A person who desires to make an impression must stand out in some way. Being eccentric, and being abnormal is not a distinction to covet. But doing admirable things differently gives one a great advantage.
So with salesmen, in person or print. There is a uniqueness that belittles and arouses resentment. There is refreshing uniqueness that enhances, which we welcome and remember. Fortunate is the salesman who has it.
We try to give each advertiser a becoming style. We make him distinctive, perhaps not in appearance, but in manner and tone. He is given an individuality best suited to the people he addresses.
One man appears rugged and honest in a line where rugged honesty counts. One may be a good fellow where choice is a matter of favor. In other lines, the man stands out by impressing himself as an authority.
We have already cited a case where a woman made a great success by selling clothing to girls, solely through a created personality which won.
That’s why we have signed ads sometimes – to give them personal authority. A man is talking – a man who takes pride in his accomplishments – not a “soulless corporation.” Whenever possible we introduce a personality into our ads. By making a man famous we make his product famous. When we claim an improvement, naming the man who made it adds effect.
Then we take care not to change an individuality which has proved appealing. Before a man writes a new ad on that line, he gets into the spirit adopted by the advertiser. He plays the part as an actor plays it.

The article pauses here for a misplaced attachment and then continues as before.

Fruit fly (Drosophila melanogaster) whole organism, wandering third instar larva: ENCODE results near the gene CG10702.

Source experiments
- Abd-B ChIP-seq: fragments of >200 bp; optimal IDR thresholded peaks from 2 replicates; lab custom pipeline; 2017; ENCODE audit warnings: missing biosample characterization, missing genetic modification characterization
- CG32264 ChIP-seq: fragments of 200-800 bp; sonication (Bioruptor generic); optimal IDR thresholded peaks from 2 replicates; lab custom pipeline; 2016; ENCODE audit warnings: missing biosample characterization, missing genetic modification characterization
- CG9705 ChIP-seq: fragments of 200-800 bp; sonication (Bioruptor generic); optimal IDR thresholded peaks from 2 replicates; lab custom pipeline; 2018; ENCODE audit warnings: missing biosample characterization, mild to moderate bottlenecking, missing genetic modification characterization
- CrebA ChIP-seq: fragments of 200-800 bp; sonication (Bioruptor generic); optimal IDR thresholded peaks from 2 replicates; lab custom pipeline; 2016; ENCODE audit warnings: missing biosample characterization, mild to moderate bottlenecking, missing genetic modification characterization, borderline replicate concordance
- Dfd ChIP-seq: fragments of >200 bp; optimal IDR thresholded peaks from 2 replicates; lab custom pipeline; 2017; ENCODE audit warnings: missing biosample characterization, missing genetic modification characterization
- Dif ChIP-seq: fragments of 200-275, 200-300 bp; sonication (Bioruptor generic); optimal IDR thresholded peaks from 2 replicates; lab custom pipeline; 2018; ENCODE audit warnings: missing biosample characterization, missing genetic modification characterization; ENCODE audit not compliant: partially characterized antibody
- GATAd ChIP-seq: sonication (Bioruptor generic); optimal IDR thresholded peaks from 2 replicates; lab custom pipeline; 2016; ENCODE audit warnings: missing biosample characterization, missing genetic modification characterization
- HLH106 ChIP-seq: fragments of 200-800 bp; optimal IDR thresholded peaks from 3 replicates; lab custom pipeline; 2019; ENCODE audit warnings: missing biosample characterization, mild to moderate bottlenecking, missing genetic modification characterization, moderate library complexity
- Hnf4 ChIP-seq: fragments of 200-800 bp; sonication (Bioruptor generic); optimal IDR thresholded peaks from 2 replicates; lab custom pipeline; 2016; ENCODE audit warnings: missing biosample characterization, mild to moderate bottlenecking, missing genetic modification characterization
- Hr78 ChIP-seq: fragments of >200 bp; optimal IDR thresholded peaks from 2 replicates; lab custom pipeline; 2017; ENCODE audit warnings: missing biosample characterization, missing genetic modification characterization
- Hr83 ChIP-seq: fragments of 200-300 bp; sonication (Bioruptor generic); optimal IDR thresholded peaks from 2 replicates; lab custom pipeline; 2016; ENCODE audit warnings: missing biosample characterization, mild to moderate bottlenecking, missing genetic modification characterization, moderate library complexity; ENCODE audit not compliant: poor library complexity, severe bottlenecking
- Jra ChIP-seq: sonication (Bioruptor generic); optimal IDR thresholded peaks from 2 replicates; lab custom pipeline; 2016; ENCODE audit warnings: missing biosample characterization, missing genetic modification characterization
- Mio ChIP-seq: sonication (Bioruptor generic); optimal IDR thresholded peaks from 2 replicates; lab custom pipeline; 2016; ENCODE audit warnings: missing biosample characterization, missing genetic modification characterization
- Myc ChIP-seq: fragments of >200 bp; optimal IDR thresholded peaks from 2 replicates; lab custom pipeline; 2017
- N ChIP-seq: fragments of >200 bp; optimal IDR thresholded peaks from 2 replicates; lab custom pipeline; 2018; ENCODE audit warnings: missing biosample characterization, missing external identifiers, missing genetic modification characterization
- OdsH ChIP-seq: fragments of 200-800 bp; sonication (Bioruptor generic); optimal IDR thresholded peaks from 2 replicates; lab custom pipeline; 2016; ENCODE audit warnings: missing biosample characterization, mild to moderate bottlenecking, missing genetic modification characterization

In successful advertising, great pains are taken to never change our tone. That which won so many is probably the best way to win others. Then people come to know us. We build on that acquaintance rather than introduce a stranger. People do not know us by name alone, but by looks and mannerisms. Appearing different every time we meet never builds up confidence.
Then we don’t want people to think that salesmanship is made to order. That our appeals are created, studied, and artificial. They must seem to come from the heart, and the same heart always, save where a wrong tack forces a complete change.
There are winning personalities in ads as well as people. To some we are glad to listen, others bore us. Some are refreshing, some commonplace. Some inspire confidence, some caution. Creating the right individuality is a supreme accomplishment. Then an advertiser’s growing reputation on that line brings him ever-increasing prestige. Never weary of that part. Remember that a change in our characteristics would compel our best friends to get acquainted all over.
Written in 1923, Scientific Advertising is published here as 21 blog posts – one for each chapter.